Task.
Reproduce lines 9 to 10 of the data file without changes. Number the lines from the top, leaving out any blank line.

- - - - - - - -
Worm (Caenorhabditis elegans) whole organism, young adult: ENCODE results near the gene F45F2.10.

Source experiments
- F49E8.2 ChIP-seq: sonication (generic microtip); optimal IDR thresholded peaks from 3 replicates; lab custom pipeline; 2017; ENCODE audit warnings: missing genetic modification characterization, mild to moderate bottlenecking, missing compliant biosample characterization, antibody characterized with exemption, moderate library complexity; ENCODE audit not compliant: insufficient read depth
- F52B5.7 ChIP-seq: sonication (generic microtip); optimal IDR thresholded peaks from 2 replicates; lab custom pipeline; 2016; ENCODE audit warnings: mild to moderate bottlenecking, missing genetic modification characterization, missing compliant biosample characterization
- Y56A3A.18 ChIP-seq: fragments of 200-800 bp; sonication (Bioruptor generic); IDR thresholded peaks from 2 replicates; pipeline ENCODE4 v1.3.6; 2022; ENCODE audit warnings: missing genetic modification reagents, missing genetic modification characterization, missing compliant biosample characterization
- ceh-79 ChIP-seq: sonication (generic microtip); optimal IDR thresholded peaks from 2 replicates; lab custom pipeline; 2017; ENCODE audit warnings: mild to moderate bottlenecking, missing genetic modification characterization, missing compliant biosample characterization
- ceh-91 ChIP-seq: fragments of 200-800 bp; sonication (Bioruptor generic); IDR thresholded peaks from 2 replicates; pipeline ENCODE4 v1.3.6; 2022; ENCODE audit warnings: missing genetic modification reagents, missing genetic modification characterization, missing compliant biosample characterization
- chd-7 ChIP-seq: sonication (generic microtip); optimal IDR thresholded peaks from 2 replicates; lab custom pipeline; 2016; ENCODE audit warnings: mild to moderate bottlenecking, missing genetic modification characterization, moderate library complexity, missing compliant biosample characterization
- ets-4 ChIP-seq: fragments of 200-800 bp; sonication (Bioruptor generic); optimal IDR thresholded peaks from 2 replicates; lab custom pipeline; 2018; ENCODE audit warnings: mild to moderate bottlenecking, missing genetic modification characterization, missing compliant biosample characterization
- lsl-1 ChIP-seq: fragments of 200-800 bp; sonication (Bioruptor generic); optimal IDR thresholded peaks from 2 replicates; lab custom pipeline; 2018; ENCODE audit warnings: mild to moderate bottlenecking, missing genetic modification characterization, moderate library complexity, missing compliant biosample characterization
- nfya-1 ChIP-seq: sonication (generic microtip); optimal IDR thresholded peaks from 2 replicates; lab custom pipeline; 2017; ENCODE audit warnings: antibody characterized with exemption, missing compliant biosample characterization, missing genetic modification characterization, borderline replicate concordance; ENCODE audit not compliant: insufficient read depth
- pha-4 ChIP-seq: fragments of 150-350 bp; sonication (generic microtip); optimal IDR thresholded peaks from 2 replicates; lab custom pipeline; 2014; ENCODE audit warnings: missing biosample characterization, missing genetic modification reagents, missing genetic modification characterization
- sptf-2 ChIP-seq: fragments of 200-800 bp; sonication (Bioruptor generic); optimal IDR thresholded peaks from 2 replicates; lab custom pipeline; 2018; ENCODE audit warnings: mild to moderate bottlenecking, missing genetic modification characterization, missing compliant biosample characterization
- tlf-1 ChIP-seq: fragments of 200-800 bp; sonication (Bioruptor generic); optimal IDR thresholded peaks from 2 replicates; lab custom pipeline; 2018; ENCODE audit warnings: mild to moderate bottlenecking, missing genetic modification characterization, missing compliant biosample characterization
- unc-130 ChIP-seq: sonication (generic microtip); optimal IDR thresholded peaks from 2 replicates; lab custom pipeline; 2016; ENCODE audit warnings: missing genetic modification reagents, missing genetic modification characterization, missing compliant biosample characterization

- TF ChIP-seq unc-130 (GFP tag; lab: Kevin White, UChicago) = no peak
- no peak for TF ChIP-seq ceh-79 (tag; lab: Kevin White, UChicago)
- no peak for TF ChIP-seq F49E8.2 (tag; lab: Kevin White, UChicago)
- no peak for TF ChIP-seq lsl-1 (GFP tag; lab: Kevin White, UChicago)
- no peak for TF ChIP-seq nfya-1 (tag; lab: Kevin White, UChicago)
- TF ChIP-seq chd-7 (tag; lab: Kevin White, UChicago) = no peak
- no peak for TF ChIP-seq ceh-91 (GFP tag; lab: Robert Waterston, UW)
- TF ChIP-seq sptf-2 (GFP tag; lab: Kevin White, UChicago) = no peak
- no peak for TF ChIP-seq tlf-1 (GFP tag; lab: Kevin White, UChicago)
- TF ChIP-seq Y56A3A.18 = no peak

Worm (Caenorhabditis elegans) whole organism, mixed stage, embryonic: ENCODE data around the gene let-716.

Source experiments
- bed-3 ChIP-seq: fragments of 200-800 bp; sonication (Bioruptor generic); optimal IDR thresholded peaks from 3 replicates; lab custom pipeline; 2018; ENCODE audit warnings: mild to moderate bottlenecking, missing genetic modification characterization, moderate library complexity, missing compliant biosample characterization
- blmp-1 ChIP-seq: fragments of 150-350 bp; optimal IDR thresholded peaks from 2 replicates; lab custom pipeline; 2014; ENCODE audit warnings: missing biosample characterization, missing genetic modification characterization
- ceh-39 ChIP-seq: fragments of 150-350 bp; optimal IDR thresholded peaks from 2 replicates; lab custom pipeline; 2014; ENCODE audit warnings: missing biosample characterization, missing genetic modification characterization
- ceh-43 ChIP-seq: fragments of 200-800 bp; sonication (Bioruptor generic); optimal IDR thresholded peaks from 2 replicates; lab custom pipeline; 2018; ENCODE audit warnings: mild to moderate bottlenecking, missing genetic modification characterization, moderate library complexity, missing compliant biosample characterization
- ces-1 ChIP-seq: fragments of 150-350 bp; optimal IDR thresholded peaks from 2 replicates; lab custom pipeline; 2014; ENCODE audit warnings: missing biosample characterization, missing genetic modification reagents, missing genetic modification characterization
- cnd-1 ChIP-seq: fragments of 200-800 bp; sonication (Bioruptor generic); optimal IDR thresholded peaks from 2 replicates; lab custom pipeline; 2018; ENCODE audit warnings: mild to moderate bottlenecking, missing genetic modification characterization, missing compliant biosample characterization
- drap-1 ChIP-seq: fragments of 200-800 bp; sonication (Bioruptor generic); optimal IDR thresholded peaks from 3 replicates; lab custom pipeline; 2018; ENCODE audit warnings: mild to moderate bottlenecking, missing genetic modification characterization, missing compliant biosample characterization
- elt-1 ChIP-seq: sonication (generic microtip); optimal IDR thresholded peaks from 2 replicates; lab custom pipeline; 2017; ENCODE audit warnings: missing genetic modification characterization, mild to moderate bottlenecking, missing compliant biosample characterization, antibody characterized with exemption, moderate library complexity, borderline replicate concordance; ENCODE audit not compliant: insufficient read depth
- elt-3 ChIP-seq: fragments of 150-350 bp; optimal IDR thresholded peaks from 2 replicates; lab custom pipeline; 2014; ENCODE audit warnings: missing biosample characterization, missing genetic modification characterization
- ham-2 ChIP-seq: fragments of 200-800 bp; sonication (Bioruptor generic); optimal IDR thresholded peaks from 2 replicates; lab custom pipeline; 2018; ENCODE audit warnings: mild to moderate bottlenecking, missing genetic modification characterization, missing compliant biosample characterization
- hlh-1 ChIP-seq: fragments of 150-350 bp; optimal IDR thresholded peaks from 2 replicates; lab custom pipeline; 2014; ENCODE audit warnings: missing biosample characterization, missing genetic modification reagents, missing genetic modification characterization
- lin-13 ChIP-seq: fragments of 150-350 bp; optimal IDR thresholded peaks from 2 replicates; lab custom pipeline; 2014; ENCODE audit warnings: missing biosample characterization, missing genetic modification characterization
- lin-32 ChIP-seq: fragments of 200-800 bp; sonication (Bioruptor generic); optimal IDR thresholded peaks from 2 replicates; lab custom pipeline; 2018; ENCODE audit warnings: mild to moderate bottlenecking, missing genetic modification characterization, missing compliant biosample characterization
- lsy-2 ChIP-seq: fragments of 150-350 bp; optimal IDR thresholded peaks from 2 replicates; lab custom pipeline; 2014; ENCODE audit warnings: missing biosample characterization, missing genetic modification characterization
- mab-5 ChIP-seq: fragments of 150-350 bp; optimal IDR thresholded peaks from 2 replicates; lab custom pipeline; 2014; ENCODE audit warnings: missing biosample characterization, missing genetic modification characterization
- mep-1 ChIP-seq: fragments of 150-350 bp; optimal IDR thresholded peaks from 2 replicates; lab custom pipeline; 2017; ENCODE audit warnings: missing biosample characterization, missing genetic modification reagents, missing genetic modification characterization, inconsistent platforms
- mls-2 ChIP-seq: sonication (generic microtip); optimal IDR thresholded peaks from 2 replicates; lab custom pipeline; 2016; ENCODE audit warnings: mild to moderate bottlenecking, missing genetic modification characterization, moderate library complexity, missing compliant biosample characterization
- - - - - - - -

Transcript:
- ets-4 ChIP-seq: fragments of 200-800 bp; sonication (Bioruptor generic); optimal IDR thresholded peaks from 2 replicates; lab custom pipeline; 2018; ENCODE audit warnings: mild to moderate bottlenecking, missing genetic modification characterization, missing compliant biosample characterization
- lsl-1 ChIP-seq: fragments of 200-800 bp; sonication (Bioruptor generic); optimal IDR thresholded peaks from 2 replicates; lab custom pipeline; 2018; ENCODE audit warnings: mild to moderate bottlenecking, missing genetic modification characterization, moderate library complexity, missing compliant biosample characterization